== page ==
The popularity of the song continued, as reported in the Nov. 3, 1920, edition of The Virginia Tech. "The song has been a great success, not only as a school song, but also as a popular selection, and is featured as such by many dance orchestras. J. N. Walker, who has been handling the sale of the records and piano copies for the Monogram Club, has received another supply of both the records and the sheet music, which are now on sale at 256 G Division. The price remains the same as formerly, $1.25 for the record and 35 cents for the piano copies. Anyone who has failed to obtain either the record or the sheet music is urged to do so at once, as the supply is not expected to last long."

Words to Tech Triumph

   Techmen, we're Techmen, with spirit true and faithful,
   Backing up our teams with hopes undying;
   Techmen, Oh, Techmen, we're out to win today,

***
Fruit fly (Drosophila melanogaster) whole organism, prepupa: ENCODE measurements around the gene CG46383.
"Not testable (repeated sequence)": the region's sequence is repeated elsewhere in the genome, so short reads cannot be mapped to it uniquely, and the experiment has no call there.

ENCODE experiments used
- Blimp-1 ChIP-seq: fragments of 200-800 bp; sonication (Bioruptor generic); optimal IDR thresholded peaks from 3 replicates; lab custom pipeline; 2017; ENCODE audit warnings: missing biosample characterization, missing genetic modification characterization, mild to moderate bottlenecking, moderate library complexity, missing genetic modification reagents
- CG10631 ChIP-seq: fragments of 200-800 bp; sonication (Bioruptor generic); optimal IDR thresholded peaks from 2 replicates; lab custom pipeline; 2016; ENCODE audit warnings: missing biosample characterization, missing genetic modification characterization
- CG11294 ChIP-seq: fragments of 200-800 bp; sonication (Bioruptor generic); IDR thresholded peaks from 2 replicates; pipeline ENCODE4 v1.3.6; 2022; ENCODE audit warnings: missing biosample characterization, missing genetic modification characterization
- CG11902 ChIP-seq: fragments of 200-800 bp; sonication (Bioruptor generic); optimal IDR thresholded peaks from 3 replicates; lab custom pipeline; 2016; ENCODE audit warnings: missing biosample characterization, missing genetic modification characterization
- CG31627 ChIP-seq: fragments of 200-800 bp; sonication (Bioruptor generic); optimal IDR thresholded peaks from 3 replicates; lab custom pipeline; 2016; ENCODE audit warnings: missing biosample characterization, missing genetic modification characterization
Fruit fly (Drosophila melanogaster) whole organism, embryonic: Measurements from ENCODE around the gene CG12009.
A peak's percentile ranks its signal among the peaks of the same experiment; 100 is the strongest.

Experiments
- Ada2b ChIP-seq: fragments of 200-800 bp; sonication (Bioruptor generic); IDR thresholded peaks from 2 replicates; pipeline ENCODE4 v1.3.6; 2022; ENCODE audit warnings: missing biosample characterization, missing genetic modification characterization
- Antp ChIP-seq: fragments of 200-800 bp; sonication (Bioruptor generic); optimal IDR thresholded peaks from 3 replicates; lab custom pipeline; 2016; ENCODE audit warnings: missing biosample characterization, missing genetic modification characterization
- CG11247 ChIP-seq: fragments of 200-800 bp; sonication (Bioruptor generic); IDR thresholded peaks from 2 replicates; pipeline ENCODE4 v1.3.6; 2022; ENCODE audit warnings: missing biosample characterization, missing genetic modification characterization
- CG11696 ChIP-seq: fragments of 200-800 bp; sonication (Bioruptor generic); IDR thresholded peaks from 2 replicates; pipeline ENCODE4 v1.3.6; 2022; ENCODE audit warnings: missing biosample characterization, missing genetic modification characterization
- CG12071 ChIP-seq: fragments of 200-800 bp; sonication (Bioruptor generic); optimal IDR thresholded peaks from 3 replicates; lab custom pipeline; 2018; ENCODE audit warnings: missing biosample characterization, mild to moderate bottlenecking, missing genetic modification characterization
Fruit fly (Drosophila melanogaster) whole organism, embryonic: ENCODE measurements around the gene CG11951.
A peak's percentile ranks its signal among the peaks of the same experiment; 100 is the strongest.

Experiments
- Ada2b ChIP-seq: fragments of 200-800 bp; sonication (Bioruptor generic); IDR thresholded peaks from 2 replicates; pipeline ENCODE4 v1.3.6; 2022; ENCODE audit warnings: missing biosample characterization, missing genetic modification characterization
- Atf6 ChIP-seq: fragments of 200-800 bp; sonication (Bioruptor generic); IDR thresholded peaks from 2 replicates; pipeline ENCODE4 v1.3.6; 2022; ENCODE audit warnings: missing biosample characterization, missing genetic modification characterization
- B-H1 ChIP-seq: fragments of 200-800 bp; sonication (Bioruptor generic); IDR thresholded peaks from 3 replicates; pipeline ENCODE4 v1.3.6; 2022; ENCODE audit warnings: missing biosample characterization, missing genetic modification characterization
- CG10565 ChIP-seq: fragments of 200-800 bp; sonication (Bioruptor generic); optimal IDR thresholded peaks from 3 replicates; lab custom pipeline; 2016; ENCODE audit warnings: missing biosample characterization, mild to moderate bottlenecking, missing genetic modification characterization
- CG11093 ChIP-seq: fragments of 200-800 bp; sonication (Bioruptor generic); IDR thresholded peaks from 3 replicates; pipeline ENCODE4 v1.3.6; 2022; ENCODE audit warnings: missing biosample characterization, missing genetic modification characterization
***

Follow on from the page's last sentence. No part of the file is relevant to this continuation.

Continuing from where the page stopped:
Showing pep and life with which we're trying;
   V.P., old V.P., you know our hearts are with you
   In our luck which never seems to die;
   Win or lose, we'll greet you with a glad returning,
   You're the pride of V.P.I.

   Just watch our men so big and active
   Support the Orange and Maroon. Let's go Techs.
   We know our ends and backs are stronger,
   With winning hopes, we fear defeat no longer.
   To see our team plow through the line, boys.
   Determined now to win or die:
   So give a Hokie, Hokie, Hi,
   Rae, Ri, old V.P.I.

   Second Verse (seldom used)
   Fight, men, oh, fight, men, we're going to be the champions
   Adding to our list another victory;
   Football or baseball, the games in which we star,
   They're the sports which made old VP famous.
   Hold'em, just hold'em, you know the Corps' behind you
   Watching every movement that you make.
   Winning games was nothing for our teams before you --
   Keep the "rep" for VP's sake.

The song is noted for beginning with the opening notes of Reveille--a nod to Tech's past as an all-male military school. Tech Triumph is played after points are scored at Tech football games, and occasionally during timeouts at basketball games.

See also


  • Virginia Tech yearbook, the Bugle, 1918, 1919, 1920
  • The Bugle's Echo, Volum III, Col Harry Temple, USA (retired).